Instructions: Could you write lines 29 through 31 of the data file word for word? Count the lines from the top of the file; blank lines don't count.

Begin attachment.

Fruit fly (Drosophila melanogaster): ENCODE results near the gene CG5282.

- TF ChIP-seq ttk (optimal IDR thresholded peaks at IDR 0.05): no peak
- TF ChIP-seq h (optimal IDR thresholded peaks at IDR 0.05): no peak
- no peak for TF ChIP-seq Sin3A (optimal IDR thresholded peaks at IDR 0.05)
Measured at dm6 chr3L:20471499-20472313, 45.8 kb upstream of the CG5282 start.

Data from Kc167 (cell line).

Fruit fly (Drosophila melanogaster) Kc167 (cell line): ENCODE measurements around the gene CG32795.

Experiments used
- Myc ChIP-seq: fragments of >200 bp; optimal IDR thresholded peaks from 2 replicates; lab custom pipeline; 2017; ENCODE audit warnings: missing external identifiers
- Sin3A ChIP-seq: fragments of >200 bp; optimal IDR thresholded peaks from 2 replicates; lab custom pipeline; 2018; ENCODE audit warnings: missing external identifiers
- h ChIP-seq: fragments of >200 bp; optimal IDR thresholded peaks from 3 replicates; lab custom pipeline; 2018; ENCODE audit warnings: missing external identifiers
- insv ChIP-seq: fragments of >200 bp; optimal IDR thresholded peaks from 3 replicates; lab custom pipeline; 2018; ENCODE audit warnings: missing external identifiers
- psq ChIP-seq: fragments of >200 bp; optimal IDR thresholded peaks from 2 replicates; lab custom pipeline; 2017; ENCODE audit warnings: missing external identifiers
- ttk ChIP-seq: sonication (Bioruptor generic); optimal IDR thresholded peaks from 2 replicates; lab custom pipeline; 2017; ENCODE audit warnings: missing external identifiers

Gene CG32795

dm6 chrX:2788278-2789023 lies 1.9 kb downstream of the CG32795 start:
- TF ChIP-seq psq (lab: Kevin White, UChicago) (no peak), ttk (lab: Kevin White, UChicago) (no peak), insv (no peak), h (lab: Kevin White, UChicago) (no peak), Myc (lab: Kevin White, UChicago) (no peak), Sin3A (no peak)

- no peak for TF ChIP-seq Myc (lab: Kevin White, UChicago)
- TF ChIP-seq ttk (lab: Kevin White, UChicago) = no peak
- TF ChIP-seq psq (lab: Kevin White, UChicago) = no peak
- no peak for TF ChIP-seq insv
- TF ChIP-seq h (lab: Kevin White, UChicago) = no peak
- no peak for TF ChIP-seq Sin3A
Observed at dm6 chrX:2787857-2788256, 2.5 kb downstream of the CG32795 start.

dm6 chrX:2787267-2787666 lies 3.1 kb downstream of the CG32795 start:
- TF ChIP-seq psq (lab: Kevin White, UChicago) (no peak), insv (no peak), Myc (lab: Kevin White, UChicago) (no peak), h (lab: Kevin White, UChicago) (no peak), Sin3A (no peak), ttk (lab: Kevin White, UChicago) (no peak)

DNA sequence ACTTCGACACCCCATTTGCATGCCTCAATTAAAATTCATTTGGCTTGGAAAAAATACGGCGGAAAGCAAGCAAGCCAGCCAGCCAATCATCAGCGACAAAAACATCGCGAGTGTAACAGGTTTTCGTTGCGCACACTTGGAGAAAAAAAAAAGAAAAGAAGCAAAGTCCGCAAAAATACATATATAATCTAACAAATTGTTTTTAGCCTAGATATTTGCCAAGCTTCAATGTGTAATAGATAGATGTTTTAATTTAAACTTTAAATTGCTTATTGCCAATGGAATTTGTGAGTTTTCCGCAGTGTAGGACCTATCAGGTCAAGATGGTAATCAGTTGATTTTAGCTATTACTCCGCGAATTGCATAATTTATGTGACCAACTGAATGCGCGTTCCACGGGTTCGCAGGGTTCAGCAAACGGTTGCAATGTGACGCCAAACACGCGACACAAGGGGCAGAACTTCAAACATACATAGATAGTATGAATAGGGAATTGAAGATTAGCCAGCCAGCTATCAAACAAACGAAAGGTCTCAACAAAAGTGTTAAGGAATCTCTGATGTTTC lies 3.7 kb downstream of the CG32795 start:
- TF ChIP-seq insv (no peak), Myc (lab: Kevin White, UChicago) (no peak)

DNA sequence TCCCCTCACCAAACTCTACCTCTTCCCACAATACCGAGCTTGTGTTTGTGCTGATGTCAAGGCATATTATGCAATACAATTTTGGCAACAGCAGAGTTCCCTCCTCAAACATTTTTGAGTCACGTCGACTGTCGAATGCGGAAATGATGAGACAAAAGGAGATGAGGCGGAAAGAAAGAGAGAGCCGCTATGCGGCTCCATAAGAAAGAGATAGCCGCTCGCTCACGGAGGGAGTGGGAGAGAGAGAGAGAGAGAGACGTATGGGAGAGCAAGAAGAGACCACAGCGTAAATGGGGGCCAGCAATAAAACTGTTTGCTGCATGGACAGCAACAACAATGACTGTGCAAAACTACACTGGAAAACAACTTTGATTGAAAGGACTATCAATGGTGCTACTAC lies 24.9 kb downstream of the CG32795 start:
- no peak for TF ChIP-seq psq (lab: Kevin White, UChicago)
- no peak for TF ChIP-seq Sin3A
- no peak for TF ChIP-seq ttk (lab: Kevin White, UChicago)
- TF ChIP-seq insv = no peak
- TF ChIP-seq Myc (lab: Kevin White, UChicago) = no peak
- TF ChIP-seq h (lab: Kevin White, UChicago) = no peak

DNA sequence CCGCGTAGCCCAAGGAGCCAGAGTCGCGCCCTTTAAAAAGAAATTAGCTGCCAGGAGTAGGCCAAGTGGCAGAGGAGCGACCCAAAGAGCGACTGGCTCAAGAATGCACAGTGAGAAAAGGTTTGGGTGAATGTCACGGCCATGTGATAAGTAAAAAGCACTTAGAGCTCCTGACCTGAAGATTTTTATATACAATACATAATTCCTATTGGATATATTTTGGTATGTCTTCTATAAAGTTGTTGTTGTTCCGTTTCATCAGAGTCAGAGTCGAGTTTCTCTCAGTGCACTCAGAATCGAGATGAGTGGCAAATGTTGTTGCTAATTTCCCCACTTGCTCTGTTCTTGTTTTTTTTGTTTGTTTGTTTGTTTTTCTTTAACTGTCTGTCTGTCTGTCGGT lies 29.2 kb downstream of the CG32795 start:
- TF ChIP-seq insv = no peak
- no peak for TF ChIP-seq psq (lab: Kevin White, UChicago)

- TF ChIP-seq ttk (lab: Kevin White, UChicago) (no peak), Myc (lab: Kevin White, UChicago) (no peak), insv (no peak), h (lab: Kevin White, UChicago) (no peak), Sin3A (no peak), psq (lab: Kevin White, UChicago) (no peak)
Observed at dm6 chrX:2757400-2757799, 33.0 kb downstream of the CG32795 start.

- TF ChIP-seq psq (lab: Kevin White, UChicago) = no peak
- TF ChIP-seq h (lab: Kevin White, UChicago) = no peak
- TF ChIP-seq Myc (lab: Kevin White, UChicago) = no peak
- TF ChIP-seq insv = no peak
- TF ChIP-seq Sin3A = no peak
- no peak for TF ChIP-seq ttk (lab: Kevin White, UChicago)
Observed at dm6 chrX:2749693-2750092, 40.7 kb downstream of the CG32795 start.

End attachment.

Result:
DNA sequence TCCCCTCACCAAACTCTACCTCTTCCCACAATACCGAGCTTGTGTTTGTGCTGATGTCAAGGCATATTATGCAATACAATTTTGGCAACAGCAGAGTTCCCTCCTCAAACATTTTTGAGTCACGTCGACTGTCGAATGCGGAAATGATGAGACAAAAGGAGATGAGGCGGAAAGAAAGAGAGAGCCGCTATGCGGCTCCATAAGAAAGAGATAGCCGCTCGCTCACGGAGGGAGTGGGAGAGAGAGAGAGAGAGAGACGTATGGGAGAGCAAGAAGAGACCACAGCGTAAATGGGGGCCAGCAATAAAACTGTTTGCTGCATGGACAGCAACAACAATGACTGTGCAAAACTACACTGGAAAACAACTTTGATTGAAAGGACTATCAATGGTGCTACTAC lies 24.9 kb downstream of the CG32795 start:
- no peak for TF ChIP-seq psq (lab: Kevin White, UChicago)
- no peak for TF ChIP-seq Sin3A